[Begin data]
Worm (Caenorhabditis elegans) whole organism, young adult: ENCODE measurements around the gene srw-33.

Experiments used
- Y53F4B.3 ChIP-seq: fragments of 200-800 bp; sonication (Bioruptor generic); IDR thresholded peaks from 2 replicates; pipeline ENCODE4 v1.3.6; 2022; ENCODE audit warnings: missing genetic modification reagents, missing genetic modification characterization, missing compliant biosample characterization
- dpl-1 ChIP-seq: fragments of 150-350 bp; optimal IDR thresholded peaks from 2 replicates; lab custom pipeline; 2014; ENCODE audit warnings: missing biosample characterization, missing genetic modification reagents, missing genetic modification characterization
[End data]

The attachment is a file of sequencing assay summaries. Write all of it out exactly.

Worm (Caenorhabditis elegans) whole organism, young adult: ENCODE measurements around the gene srw-33.

Experiments used
- Y53F4B.3 ChIP-seq: fragments of 200-800 bp; sonication (Bioruptor generic); IDR thresholded peaks from 2 replicates; pipeline ENCODE4 v1.3.6; 2022; ENCODE audit warnings: missing genetic modification reagents, missing genetic modification characterization, missing compliant biosample characterization
- dpl-1 ChIP-seq: fragments of 150-350 bp; optimal IDR thresholded peaks from 2 replicates; lab custom pipeline; 2014; ENCODE audit warnings: missing biosample characterization, missing genetic modification reagents, missing genetic modification characterization